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News Clips 03/14/2013
FIU, Miami-Dade in possible deal to save Grove Playhouse
Source: Miami Herald, 03/13/13
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By Andres Viglucci and Christine Dolen
Florida International University and Miami-Dade County have joined forces in an effort to resuscitate the shuttered, historic Coconut Grove Playhouse under a proposal submitted to the state of Florida, which took back ownership of the landmark theater last year.
The 13-page proposal, which is not yet fully fleshed out, could represent the last, best hope to keep the historic theater property in public hands and avert a sale by the state to the highest bidder.
Under the plan, the state would turn over the property to FIU, while the county would rebuild the deteriorated theater using $20 million in previously approved bond and bed-tax money. GableStage, a leading company now based at the Biltmore Hotel, would program, run and maintain the playhouse as a professional regional theater.
FIU’s theater program, meanwhile, would partner with GableStage to provide its students with training and hands-on experience in acting, directing, set and costume design and technical aspects of theatrical production. FIU could also use the playhouse for student productions, faculty lectures and public presentations.
The proposal was quickly drawn up and submitted to Florida’s Department of Environmental Protection, which manages state properties, to meet an April 15 deadline for state colleges and universities to put in dibs for the playhouse, which the state has declared surplus. The state had deeded the perennially debt-plagued playhouse to a nonprofit board in 2004, but exercised an automatic reverter clause in October to retake it after that group failed to make headway on plans to reopen the theater, which closed suddenly in 2006.
County administrators say they believe the plan represents a financially feasible approach that would ensure the playhouse becomes self-sustaining under the guidance of a successful nonprofit theater company. The fiscal linchpin would be income from the 2.5-acre property’s parking lot, which administrators say should be more than sufficient to cover any operating deficits.
Neither FIU nor the state would be on the hook financially, the proposal says.
“FIU is really trying to do a good deed here,’’ said Michael Spring, the county’s director of cultural affairs, while cautioning that “millions of details’’ remain to be worked out should the state approve the plan. “It’s not a deal; it’s an idea.’’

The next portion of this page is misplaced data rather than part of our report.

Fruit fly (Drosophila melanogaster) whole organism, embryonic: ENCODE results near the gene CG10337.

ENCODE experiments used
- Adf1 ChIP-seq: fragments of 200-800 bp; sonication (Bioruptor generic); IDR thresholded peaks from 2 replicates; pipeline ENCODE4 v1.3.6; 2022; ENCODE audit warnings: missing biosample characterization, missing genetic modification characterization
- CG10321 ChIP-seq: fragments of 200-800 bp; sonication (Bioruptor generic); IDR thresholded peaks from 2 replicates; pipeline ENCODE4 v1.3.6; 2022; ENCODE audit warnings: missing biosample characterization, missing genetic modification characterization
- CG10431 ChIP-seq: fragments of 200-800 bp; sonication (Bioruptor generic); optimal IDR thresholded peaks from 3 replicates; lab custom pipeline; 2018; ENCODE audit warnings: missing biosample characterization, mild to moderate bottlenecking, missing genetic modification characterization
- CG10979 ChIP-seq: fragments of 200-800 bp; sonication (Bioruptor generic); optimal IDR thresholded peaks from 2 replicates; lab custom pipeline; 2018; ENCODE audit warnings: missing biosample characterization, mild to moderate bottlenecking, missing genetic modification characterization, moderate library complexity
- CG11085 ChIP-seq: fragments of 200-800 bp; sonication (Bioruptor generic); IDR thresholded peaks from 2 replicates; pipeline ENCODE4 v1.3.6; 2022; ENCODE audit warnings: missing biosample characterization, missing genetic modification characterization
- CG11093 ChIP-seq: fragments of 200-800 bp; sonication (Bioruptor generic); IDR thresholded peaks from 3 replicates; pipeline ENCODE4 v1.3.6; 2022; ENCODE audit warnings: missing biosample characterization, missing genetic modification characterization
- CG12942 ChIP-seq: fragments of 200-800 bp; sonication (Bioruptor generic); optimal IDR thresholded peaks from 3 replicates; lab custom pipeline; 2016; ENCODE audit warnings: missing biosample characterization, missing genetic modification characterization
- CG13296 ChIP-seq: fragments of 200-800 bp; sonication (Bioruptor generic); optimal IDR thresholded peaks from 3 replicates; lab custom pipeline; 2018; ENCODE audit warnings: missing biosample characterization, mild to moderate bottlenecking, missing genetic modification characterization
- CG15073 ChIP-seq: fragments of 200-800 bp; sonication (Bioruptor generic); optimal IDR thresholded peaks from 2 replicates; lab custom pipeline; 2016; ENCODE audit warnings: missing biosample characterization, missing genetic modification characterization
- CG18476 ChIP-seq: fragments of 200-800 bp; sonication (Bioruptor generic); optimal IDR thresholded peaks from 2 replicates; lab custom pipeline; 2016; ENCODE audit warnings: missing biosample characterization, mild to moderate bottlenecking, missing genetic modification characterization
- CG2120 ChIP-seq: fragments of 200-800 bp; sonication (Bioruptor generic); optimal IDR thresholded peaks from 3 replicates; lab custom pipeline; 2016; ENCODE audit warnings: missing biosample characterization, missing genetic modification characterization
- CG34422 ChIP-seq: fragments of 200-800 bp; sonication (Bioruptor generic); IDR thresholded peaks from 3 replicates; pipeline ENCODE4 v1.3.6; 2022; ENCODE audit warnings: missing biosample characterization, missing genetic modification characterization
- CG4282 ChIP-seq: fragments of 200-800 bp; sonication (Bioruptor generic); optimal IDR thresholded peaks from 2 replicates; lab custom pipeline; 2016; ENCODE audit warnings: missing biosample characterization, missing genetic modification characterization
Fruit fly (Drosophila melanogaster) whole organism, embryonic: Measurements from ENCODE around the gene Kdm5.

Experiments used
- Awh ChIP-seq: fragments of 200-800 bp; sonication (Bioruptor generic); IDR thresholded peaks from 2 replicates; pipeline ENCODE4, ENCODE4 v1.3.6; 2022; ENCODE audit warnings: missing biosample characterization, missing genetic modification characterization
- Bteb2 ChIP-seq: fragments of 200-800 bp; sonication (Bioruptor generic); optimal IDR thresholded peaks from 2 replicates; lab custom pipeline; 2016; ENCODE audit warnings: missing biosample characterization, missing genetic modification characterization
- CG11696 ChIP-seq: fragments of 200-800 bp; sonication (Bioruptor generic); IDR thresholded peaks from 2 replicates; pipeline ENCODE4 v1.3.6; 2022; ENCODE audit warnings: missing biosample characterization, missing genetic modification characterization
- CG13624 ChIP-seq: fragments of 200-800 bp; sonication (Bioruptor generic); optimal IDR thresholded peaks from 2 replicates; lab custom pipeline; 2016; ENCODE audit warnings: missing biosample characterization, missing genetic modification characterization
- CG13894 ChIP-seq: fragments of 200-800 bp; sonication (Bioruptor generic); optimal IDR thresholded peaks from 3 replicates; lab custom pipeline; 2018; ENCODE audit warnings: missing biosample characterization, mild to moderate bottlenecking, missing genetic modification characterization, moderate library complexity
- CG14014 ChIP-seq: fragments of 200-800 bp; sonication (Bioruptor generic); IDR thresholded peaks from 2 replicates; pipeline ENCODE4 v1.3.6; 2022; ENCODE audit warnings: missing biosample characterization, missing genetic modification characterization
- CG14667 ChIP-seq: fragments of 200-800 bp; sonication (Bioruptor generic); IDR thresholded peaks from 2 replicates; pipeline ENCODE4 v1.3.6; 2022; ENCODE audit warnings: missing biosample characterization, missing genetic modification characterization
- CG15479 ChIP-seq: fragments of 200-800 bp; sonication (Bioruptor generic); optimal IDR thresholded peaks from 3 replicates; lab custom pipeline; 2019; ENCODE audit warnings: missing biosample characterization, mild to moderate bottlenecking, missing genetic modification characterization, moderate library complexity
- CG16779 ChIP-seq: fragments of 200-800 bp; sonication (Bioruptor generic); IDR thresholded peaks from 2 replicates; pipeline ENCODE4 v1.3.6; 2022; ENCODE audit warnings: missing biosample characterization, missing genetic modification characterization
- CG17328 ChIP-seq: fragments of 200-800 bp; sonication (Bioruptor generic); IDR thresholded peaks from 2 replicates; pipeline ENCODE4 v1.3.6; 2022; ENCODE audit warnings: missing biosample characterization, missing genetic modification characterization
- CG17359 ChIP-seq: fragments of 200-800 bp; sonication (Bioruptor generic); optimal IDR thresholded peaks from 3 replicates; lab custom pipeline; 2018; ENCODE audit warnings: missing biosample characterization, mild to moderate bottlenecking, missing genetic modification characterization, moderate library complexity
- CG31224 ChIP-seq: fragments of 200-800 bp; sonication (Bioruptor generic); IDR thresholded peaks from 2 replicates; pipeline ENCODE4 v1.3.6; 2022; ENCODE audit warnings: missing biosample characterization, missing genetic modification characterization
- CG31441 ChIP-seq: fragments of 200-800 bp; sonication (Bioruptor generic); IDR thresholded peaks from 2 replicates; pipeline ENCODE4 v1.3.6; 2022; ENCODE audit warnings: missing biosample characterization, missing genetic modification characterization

Among those details: a monetary claim by developers who had agreements with the former playhouse board to redevelop the property. The state says any entity receiving the playhouse property would have to satisfy outstanding debts.
“The debt isn’t necessarily erased if the property goes to FIU, so there needs to be meetings with state lawyers to find out what’s involved financially and legally,’’ Spring said.
Any proposal must be reviewed by Gov. Rick Scott and his cabinet, who together make up the state board of trustees. So far, a DEP spokesman said, FIU is the only institution to submit one. Under state rules, the property would be leased to FIU for $300 a year.
“If no other colleges or universities express interest, then the state board of trustees would review and, at their discretion, approve the business plan,” said DEP spokesman Patrick Gillespie.
If they don’t, the DEP must then offer the property for sale to a county or municipality at the appraised value. Should none be interested, the playhouse would be put up for bid.
The state recently had an appraisal of the playhouse done, but it’s confidential under an exemption to Florida’s public-records law, Gillespie said. The county appraiser’s office puts the property’s market value at $5.8 million.
Miami-Dade Mayor Carlos Gimenez, however, has said the county cannot buy the playhouse. Gimenez tried for months to take over the playhouse under a deal with the old board that called for the county to settle its outstanding debts. But one set of developers, the Aries Group, rejected the county’s offers, effectively scuttling the mayor’s effort and prompting the state takeover.
Under a previous reopening plan developed by Aries and the theater board, GableStage would have managed a smaller, rebuilt playhouse behind the theater’s historically protected facade. Development on the parking lot would have supported the theater.
The playhouse, housed in a landmark 1927 Mediterranean Revival theater, was widely considered South Florida’s leading regional theater company when it closed. It was also an economic engine for nearby Grove restaurants and bars, some of which closed after the theater folded.
The FIU-county plan cites the economic, historic and cultural pluses of reviving the playhouse, though how exactly that would shape up remains to be determined. If the state approves the transfer, Spring said, the county would hire architects and consultants to evaluate the existing building and determine what size auditorium would be economically feasible.
One thing that’s not contemplated in the short run is any accompanying development, he said. Under a rough budget developed for the proposal, the $20 million earmarked by the county would suffice for renovations or reconstruction. Ticket sales, donations, grants and a projected $132,000 in parking revenue — a figure Spring called conservative — would cover annual operating costs of $2.6 million.
Spring and GableStage artistic director Joseph Adler said the relative simplicity of the plan means it could get rolling quickly.
“I support this totally and think it will put things on a fast track to bring theater back into Coconut Grove,” Adler said.